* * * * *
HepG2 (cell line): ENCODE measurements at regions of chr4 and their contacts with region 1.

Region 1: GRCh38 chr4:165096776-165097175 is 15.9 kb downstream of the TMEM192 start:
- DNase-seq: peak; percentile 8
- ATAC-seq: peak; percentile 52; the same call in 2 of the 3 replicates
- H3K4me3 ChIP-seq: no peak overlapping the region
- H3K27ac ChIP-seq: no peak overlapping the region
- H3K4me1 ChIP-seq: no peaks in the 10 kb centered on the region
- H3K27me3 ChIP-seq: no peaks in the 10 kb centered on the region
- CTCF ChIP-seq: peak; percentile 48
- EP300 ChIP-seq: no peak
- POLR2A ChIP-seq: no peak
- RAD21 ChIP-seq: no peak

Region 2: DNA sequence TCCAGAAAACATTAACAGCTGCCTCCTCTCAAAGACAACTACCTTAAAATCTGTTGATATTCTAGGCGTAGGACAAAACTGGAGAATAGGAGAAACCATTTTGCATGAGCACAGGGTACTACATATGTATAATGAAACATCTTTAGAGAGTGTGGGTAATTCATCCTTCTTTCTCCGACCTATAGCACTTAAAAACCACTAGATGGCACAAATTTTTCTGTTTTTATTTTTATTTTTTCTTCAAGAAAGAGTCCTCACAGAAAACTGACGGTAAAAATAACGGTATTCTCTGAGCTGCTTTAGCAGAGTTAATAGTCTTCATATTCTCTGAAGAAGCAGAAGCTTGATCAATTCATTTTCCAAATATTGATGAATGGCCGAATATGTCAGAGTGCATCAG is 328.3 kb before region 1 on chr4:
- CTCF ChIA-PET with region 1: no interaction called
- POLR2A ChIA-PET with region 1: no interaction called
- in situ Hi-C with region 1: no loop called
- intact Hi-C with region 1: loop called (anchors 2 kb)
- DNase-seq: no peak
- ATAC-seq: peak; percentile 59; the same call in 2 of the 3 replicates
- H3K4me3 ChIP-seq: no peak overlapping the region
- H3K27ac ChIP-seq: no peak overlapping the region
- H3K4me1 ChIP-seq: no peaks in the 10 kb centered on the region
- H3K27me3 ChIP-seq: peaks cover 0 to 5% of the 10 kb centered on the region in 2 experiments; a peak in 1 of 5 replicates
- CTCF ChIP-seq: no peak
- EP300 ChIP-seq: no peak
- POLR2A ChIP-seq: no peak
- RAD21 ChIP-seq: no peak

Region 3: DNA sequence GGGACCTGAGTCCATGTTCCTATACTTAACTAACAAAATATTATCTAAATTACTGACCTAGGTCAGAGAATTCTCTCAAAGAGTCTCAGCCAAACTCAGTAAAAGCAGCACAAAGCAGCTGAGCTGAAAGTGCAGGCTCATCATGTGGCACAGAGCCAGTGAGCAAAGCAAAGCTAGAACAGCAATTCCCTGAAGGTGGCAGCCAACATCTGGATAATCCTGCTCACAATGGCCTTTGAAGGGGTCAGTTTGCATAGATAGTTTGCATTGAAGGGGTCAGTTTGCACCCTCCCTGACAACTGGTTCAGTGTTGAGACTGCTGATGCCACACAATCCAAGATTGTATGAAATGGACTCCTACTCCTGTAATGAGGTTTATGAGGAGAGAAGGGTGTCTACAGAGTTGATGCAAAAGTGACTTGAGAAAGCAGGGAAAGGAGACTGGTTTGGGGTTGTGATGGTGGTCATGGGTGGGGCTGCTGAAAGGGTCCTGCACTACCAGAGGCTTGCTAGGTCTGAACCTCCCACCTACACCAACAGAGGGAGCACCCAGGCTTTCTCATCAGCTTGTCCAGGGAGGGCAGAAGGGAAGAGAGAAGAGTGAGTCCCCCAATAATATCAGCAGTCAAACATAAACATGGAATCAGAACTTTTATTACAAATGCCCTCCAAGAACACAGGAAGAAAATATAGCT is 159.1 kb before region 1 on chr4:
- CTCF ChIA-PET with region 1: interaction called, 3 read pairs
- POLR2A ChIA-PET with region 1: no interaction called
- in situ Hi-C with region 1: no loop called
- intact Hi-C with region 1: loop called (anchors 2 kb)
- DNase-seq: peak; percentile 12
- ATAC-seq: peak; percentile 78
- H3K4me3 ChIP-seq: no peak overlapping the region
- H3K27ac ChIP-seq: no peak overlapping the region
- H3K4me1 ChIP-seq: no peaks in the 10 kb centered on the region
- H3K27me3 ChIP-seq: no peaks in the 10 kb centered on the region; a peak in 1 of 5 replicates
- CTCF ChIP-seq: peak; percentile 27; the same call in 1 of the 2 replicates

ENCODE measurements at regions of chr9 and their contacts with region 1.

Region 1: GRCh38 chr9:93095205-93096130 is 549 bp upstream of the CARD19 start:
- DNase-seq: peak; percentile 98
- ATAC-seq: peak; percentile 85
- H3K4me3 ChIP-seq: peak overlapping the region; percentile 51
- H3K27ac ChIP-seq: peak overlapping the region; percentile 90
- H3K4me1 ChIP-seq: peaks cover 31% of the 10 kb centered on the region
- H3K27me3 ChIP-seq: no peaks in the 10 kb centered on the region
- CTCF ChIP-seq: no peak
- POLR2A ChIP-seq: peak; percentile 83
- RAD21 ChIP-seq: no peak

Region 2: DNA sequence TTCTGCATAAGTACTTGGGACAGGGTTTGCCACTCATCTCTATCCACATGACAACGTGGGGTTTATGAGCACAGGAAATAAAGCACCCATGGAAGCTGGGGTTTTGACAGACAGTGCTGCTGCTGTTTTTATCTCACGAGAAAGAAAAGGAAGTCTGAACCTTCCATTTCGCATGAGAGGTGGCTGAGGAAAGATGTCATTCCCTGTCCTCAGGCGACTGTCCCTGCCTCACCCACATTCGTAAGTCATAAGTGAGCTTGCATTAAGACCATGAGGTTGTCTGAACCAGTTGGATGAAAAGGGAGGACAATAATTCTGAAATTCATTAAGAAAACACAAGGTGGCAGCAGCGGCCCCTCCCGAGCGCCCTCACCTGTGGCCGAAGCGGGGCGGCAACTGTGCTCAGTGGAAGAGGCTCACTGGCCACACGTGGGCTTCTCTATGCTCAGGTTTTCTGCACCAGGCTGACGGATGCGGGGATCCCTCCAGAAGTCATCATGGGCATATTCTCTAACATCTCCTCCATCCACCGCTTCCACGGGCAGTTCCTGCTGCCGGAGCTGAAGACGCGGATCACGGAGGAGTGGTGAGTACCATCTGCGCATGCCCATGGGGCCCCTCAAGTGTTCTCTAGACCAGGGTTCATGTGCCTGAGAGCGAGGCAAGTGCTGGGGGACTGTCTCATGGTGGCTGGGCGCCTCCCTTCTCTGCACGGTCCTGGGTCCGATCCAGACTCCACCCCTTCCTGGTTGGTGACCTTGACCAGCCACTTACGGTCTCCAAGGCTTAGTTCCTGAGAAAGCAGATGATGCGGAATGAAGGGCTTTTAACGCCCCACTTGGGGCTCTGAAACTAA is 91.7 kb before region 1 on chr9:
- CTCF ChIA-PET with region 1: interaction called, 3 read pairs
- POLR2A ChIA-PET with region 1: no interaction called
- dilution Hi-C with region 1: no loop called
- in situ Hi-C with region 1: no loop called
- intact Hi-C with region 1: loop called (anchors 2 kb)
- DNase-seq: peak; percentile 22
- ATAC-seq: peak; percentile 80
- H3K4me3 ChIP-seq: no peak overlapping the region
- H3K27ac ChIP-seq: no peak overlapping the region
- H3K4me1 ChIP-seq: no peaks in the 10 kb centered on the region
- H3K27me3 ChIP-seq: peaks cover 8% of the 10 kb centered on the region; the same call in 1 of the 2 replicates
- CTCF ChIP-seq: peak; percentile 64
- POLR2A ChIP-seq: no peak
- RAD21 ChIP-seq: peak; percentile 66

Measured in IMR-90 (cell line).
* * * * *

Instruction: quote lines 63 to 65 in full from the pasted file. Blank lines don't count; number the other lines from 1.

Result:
- CTCF ChIP-seq: peak; percentile 64
- POLR2A ChIP-seq: no peak
- RAD21 ChIP-seq: peak; percentile 66